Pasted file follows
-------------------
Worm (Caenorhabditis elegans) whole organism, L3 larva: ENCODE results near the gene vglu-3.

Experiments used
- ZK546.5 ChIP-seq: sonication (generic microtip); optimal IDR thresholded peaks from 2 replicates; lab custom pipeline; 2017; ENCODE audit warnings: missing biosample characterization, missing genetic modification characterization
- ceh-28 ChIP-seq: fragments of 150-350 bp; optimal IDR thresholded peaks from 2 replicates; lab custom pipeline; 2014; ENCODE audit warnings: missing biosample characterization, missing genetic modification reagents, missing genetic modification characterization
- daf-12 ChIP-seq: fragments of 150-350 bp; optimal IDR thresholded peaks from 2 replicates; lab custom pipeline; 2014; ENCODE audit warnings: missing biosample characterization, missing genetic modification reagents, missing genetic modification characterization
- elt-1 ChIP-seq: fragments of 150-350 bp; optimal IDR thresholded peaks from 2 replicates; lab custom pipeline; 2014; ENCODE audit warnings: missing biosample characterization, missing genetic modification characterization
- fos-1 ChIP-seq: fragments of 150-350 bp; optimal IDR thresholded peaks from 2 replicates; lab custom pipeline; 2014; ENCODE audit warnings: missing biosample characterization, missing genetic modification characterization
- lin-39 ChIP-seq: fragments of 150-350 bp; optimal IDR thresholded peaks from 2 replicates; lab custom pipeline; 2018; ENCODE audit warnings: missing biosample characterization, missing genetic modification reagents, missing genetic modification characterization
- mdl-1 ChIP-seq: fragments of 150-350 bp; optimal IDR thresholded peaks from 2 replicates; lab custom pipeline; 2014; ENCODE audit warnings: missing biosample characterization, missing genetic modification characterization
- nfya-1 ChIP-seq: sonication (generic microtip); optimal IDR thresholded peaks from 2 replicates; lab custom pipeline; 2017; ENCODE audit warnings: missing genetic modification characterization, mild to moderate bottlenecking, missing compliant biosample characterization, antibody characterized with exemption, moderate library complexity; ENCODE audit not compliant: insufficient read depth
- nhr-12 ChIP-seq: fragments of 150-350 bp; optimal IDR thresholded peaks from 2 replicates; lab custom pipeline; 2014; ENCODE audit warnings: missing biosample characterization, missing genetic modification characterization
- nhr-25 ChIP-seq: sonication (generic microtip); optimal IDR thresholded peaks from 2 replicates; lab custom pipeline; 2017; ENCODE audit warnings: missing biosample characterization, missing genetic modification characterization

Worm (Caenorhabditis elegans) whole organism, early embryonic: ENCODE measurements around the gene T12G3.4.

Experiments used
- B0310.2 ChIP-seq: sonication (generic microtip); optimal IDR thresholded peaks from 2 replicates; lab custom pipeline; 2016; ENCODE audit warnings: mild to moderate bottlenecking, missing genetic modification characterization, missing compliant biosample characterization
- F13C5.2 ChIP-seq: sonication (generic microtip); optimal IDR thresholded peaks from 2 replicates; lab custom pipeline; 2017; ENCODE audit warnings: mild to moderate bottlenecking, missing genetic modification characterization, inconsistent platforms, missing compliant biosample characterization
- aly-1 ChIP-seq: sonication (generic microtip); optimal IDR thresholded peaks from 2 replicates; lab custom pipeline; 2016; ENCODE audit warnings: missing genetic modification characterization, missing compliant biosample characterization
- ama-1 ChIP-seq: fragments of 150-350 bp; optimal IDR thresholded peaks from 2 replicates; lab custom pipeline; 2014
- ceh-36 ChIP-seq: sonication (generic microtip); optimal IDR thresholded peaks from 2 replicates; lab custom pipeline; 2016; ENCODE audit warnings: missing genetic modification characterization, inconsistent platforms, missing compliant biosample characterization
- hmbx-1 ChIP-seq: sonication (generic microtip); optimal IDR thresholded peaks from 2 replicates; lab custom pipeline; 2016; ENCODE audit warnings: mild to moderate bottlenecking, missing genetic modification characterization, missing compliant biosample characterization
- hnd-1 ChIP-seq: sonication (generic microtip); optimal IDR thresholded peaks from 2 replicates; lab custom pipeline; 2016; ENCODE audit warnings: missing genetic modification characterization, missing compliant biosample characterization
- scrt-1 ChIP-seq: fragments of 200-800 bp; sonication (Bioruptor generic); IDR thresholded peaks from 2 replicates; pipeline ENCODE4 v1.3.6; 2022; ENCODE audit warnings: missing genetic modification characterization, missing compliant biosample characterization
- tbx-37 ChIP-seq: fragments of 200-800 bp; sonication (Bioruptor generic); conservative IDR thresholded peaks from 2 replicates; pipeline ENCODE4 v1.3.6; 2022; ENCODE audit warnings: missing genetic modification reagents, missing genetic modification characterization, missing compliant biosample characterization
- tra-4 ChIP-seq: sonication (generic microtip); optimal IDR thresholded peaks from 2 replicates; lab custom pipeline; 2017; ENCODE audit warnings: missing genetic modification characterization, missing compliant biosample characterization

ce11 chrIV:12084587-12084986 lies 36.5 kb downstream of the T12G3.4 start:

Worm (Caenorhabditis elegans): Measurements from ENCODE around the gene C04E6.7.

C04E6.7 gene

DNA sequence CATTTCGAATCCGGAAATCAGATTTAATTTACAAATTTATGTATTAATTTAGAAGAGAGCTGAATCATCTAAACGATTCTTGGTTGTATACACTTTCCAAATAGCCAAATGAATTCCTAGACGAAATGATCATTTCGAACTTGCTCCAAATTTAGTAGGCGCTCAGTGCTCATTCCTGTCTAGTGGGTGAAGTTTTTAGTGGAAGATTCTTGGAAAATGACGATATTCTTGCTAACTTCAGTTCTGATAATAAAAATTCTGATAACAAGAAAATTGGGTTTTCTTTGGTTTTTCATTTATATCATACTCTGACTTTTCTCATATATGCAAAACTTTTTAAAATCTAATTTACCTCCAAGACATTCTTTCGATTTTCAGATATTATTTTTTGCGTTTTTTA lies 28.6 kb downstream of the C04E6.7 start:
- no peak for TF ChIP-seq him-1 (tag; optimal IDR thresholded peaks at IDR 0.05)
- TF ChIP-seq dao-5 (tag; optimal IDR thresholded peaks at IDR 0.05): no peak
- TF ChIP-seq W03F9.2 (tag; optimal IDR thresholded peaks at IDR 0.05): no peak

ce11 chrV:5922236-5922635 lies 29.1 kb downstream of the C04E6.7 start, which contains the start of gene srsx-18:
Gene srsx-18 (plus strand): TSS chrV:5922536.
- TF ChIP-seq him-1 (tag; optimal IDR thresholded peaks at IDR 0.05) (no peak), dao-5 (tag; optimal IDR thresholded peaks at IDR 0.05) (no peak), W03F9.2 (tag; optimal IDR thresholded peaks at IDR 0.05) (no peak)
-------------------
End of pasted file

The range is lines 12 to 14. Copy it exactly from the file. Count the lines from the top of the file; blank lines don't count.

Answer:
- nhr-25 ChIP-seq: sonication (generic microtip); optimal IDR thresholded peaks from 2 replicates; lab custom pipeline; 2017; ENCODE audit warnings: missing biosample characterization, missing genetic modification characterization

Worm (Caenorhabditis elegans) whole organism, early embryonic: ENCODE measurements around the gene T12G3.4.

Experiments used